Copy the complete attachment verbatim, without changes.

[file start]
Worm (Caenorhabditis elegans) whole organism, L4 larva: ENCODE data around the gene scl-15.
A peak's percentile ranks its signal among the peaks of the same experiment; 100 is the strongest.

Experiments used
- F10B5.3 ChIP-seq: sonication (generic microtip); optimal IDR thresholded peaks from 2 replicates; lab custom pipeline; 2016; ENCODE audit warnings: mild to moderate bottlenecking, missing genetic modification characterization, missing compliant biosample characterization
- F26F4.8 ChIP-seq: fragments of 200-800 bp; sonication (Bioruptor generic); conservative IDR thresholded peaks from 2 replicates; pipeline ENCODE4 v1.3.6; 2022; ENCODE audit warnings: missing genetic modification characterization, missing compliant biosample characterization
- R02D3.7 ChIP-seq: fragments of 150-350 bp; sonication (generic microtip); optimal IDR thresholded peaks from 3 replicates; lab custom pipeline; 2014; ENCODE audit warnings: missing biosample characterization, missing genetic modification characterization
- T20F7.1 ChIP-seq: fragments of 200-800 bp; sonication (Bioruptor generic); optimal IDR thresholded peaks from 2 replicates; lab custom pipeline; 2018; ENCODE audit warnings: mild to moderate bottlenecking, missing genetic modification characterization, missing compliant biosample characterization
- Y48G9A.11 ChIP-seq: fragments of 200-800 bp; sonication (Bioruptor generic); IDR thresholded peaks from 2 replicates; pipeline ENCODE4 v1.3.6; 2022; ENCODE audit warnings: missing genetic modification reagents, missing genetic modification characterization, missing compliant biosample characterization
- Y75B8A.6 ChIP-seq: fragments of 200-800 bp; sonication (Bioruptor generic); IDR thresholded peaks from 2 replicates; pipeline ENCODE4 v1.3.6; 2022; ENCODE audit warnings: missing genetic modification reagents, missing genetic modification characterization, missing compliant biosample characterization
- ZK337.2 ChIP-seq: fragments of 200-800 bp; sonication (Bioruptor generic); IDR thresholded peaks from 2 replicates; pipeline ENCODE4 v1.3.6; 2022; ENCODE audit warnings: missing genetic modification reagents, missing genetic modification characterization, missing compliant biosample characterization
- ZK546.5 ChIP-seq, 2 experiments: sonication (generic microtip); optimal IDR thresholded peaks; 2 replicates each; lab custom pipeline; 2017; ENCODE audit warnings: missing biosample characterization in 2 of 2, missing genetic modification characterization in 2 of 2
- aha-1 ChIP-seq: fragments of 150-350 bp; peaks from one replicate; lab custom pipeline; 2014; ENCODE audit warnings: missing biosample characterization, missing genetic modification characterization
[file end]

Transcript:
Worm (Caenorhabditis elegans) whole organism, L4 larva: ENCODE data around the gene scl-15.
A peak's percentile ranks its signal among the peaks of the same experiment; 100 is the strongest.

Experiments used
- F10B5.3 ChIP-seq: sonication (generic microtip); optimal IDR thresholded peaks from 2 replicates; lab custom pipeline; 2016; ENCODE audit warnings: mild to moderate bottlenecking, missing genetic modification characterization, missing compliant biosample characterization
- F26F4.8 ChIP-seq: fragments of 200-800 bp; sonication (Bioruptor generic); conservative IDR thresholded peaks from 2 replicates; pipeline ENCODE4 v1.3.6; 2022; ENCODE audit warnings: missing genetic modification characterization, missing compliant biosample characterization
- R02D3.7 ChIP-seq: fragments of 150-350 bp; sonication (generic microtip); optimal IDR thresholded peaks from 3 replicates; lab custom pipeline; 2014; ENCODE audit warnings: missing biosample characterization, missing genetic modification characterization
- T20F7.1 ChIP-seq: fragments of 200-800 bp; sonication (Bioruptor generic); optimal IDR thresholded peaks from 2 replicates; lab custom pipeline; 2018; ENCODE audit warnings: mild to moderate bottlenecking, missing genetic modification characterization, missing compliant biosample characterization
- Y48G9A.11 ChIP-seq: fragments of 200-800 bp; sonication (Bioruptor generic); IDR thresholded peaks from 2 replicates; pipeline ENCODE4 v1.3.6; 2022; ENCODE audit warnings: missing genetic modification reagents, missing genetic modification characterization, missing compliant biosample characterization
- Y75B8A.6 ChIP-seq: fragments of 200-800 bp; sonication (Bioruptor generic); IDR thresholded peaks from 2 replicates; pipeline ENCODE4 v1.3.6; 2022; ENCODE audit warnings: missing genetic modification reagents, missing genetic modification characterization, missing compliant biosample characterization
- ZK337.2 ChIP-seq: fragments of 200-800 bp; sonication (Bioruptor generic); IDR thresholded peaks from 2 replicates; pipeline ENCODE4 v1.3.6; 2022; ENCODE audit warnings: missing genetic modification reagents, missing genetic modification characterization, missing compliant biosample characterization
- ZK546.5 ChIP-seq, 2 experiments: sonication (generic microtip); optimal IDR thresholded peaks; 2 replicates each; lab custom pipeline; 2017; ENCODE audit warnings: missing biosample characterization in 2 of 2, missing genetic modification characterization in 2 of 2
- aha-1 ChIP-seq: fragments of 150-350 bp; peaks from one replicate; lab custom pipeline; 2014; ENCODE audit warnings: missing biosample characterization, missing genetic modification characterization